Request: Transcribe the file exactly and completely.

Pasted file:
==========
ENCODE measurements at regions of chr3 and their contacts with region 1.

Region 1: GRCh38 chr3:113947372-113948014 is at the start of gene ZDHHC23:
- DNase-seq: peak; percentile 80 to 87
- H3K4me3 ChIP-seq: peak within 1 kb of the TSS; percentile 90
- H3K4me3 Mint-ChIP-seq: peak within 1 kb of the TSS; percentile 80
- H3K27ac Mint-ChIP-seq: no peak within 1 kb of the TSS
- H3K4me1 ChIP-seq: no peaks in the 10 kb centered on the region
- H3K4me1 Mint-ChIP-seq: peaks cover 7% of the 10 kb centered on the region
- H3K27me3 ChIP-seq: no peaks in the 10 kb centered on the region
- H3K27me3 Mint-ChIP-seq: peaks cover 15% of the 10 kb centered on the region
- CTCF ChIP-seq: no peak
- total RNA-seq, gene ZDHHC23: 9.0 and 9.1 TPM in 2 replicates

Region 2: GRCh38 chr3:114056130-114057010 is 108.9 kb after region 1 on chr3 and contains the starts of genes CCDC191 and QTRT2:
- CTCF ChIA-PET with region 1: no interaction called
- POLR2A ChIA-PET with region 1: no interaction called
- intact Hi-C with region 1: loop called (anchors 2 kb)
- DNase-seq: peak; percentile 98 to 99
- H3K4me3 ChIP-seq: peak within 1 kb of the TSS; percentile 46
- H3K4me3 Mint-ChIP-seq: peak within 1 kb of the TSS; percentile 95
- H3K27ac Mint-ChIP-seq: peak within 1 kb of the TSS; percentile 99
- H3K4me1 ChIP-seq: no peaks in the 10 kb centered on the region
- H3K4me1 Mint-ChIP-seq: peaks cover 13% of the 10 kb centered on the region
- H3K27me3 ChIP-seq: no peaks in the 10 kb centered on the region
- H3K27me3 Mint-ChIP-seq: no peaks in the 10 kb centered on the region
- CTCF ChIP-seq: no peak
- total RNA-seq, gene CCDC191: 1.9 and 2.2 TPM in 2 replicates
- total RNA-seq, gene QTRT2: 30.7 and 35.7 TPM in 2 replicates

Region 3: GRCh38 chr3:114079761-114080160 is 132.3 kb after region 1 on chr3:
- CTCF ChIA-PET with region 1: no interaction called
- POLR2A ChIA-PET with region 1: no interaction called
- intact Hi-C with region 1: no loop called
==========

ENCODE measurements at regions of chr3 and their contacts with region 1.

Region 1: GRCh38 chr3:113947372-113948014 is at the start of gene ZDHHC23:
- DNase-seq: peak; percentile 80 to 87
- H3K4me3 ChIP-seq: peak within 1 kb of the TSS; percentile 90
- H3K4me3 Mint-ChIP-seq: peak within 1 kb of the TSS; percentile 80
- H3K27ac Mint-ChIP-seq: no peak within 1 kb of the TSS
- H3K4me1 ChIP-seq: no peaks in the 10 kb centered on the region
- H3K4me1 Mint-ChIP-seq: peaks cover 7% of the 10 kb centered on the region
- H3K27me3 ChIP-seq: no peaks in the 10 kb centered on the region
- H3K27me3 Mint-ChIP-seq: peaks cover 15% of the 10 kb centered on the region
- CTCF ChIP-seq: no peak
- total RNA-seq, gene ZDHHC23: 9.0 and 9.1 TPM in 2 replicates

Region 2: GRCh38 chr3:114056130-114057010 is 108.9 kb after region 1 on chr3 and contains the starts of genes CCDC191 and QTRT2:
- CTCF ChIA-PET with region 1: no interaction called
- POLR2A ChIA-PET with region 1: no interaction called
- intact Hi-C with region 1: loop called (anchors 2 kb)
- DNase-seq: peak; percentile 98 to 99
- H3K4me3 ChIP-seq: peak within 1 kb of the TSS; percentile 46
- H3K4me3 Mint-ChIP-seq: peak within 1 kb of the TSS; percentile 95
- H3K27ac Mint-ChIP-seq: peak within 1 kb of the TSS; percentile 99
- H3K4me1 ChIP-seq: no peaks in the 10 kb centered on the region
- H3K4me1 Mint-ChIP-seq: peaks cover 13% of the 10 kb centered on the region
- H3K27me3 ChIP-seq: no peaks in the 10 kb centered on the region
- H3K27me3 Mint-ChIP-seq: no peaks in the 10 kb centered on the region
- CTCF ChIP-seq: no peak
- total RNA-seq, gene CCDC191: 1.9 and 2.2 TPM in 2 replicates
- total RNA-seq, gene QTRT2: 30.7 and 35.7 TPM in 2 replicates

Region 3: GRCh38 chr3:114079761-114080160 is 132.3 kb after region 1 on chr3:
- CTCF ChIA-PET with region 1: no interaction called
- POLR2A ChIA-PET with region 1: no interaction called
- intact Hi-C with region 1: no loop called